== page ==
The hydroelectric Bagnell Dam on the Osage River in mid-Missouri is responsible for holding back the 600-billion-gallon Lake of the Ozarks and creating 722,000 MWh of renewable electricity per year.
Designed in the 1920s by Stone & Webster, Bagnell is an unreinforced gravity dam with three sections.
With high-profile failures such as the service spillway collapse at California’s Oroville Dam fresh in the public’s mind, the 2,453-ft-long, 148-ft-tall gravity dam’s owner, Ameren Missouri, has committed to a $52-million stabilization project that will see 67 post-tension anchors added to Bagnell Dam along with 17,000 cubic yards of new concrete.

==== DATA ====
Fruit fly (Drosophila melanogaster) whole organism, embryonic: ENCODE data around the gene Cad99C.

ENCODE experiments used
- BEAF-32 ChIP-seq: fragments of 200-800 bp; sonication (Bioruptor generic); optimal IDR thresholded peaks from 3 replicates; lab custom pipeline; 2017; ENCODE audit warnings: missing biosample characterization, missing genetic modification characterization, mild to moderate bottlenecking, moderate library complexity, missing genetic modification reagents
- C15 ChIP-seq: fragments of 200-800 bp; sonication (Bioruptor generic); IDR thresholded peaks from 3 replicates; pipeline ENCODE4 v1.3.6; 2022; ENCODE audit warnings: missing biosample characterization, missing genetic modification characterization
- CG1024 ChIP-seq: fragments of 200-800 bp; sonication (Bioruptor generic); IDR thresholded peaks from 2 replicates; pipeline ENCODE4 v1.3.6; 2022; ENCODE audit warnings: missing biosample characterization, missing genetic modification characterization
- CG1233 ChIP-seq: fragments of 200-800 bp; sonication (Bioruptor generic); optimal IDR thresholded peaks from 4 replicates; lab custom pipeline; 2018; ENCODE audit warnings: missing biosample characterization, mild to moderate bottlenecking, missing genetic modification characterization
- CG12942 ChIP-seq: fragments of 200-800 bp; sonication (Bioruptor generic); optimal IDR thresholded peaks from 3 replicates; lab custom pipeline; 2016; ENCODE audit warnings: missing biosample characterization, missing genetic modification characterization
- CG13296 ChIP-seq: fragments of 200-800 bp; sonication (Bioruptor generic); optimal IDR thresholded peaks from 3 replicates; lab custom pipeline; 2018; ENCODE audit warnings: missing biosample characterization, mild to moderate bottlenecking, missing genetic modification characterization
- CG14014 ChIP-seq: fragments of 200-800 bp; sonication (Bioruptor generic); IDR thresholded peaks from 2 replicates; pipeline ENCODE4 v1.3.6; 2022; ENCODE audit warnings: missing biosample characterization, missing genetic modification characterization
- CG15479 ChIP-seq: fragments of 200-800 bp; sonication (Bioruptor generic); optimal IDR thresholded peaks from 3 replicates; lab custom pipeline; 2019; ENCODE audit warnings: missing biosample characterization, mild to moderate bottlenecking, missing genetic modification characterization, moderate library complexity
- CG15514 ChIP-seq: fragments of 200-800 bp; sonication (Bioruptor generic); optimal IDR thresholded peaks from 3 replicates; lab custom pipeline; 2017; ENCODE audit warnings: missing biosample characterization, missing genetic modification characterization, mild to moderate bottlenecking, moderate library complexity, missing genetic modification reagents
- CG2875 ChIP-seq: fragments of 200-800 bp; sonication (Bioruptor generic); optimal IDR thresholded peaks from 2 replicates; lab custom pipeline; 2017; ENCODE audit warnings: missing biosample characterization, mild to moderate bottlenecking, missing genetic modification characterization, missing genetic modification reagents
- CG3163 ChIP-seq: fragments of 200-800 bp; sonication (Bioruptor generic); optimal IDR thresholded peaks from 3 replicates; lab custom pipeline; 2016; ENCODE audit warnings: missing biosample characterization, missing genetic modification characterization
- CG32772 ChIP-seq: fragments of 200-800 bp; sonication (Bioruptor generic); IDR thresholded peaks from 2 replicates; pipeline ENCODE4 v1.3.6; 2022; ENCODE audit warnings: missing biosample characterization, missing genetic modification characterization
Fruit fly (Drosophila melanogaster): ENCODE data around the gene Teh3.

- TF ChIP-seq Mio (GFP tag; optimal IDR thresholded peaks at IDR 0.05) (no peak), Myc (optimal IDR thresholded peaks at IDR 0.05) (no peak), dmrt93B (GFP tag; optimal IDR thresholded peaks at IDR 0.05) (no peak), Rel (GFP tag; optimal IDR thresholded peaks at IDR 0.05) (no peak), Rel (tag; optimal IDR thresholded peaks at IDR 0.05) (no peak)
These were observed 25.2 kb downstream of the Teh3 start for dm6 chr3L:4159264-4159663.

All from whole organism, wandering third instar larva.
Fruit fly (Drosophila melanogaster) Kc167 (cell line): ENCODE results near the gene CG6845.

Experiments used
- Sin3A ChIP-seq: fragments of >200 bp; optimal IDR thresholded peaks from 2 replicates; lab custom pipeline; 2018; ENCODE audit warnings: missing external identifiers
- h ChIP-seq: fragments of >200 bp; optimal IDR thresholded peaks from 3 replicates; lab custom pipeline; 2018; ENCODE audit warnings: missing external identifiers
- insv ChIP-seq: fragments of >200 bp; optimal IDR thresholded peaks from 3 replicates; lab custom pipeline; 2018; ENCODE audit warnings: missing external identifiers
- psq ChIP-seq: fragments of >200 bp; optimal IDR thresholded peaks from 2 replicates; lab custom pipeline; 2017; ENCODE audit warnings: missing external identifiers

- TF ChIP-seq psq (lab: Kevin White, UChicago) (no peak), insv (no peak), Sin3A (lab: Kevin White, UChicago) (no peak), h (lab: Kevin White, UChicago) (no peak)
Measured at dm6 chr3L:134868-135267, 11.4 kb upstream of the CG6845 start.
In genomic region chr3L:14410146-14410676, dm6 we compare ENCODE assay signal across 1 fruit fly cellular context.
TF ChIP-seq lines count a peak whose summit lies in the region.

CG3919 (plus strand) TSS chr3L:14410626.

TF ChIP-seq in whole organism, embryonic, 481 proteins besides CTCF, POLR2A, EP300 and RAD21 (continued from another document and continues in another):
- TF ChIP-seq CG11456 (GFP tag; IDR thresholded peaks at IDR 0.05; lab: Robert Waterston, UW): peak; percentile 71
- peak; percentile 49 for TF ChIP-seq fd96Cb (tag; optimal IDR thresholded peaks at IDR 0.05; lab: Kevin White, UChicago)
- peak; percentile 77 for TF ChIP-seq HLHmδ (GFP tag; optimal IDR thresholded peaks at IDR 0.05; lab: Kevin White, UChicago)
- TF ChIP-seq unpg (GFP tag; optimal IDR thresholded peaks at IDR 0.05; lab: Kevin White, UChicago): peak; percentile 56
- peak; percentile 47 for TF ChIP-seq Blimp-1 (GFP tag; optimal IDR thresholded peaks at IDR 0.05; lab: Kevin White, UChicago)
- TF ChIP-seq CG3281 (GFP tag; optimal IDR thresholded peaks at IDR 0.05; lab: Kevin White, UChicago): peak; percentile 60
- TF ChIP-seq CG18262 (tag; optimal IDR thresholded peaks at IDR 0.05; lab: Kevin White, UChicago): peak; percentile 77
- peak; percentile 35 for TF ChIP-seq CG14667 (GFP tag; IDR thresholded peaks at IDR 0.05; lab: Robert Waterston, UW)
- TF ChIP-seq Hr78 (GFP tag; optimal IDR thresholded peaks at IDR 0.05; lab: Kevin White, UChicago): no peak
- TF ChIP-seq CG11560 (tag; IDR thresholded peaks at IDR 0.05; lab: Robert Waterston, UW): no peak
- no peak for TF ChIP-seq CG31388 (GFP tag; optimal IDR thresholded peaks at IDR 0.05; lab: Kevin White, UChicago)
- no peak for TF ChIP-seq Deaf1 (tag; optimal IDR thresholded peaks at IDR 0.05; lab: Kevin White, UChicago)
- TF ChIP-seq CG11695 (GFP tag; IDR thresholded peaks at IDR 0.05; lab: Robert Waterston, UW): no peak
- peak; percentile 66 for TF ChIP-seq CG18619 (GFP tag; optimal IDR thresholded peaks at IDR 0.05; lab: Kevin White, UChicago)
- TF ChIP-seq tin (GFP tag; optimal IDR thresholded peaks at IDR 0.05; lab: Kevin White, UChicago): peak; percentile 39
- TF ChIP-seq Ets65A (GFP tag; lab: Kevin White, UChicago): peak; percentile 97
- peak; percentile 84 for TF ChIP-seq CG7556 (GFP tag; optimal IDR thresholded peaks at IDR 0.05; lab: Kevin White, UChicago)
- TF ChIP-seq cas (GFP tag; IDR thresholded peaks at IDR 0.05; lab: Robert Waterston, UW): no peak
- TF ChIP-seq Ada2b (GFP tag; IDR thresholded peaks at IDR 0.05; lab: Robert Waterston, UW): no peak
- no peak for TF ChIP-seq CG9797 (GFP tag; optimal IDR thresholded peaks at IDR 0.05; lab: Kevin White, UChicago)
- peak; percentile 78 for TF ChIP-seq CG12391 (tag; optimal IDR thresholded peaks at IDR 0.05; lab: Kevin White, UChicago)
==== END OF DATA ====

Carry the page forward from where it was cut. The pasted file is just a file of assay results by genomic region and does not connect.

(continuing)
General contractor MC Industrial has had to work in extremely limited staging areas, float a crane on a barge to set 67 new anchors, and figure out a way to prevent bug holes in new vertical concrete pours. A hydro-demolition robot is handling some of the the exterior concrete demolition.
Read this fascinating article describing how innovative thinking and great cooperation are bringing this project together in ENR's New Concrete, Anchors Stabilize Bagnell Dam in the Ozarks